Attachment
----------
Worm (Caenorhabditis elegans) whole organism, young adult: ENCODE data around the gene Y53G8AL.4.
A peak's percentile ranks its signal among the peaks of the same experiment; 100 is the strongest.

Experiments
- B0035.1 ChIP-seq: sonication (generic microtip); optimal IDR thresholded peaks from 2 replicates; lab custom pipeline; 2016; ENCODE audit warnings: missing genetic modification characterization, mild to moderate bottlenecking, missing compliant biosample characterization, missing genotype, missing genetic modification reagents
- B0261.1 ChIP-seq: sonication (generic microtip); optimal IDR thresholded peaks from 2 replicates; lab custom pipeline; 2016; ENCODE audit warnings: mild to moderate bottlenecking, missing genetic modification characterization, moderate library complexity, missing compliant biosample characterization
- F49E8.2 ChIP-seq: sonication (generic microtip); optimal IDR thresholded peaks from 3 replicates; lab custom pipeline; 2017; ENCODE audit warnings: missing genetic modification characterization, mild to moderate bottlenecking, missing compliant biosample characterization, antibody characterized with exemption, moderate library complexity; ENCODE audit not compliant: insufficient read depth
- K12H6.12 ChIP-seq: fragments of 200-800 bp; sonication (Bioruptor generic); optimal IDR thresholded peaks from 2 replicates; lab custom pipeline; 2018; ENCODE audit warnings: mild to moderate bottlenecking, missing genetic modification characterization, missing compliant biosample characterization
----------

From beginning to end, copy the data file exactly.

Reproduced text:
Worm (Caenorhabditis elegans) whole organism, young adult: ENCODE data around the gene Y53G8AL.4.
A peak's percentile ranks its signal among the peaks of the same experiment; 100 is the strongest.

Experiments
- B0035.1 ChIP-seq: sonication (generic microtip); optimal IDR thresholded peaks from 2 replicates; lab custom pipeline; 2016; ENCODE audit warnings: missing genetic modification characterization, mild to moderate bottlenecking, missing compliant biosample characterization, missing genotype, missing genetic modification reagents
- B0261.1 ChIP-seq: sonication (generic microtip); optimal IDR thresholded peaks from 2 replicates; lab custom pipeline; 2016; ENCODE audit warnings: mild to moderate bottlenecking, missing genetic modification characterization, moderate library complexity, missing compliant biosample characterization
- F49E8.2 ChIP-seq: sonication (generic microtip); optimal IDR thresholded peaks from 3 replicates; lab custom pipeline; 2017; ENCODE audit warnings: missing genetic modification characterization, mild to moderate bottlenecking, missing compliant biosample characterization, antibody characterized with exemption, moderate library complexity; ENCODE audit not compliant: insufficient read depth
- K12H6.12 ChIP-seq: fragments of 200-800 bp; sonication (Bioruptor generic); optimal IDR thresholded peaks from 2 replicates; lab custom pipeline; 2018; ENCODE audit warnings: mild to moderate bottlenecking, missing genetic modification characterization, missing compliant biosample characterization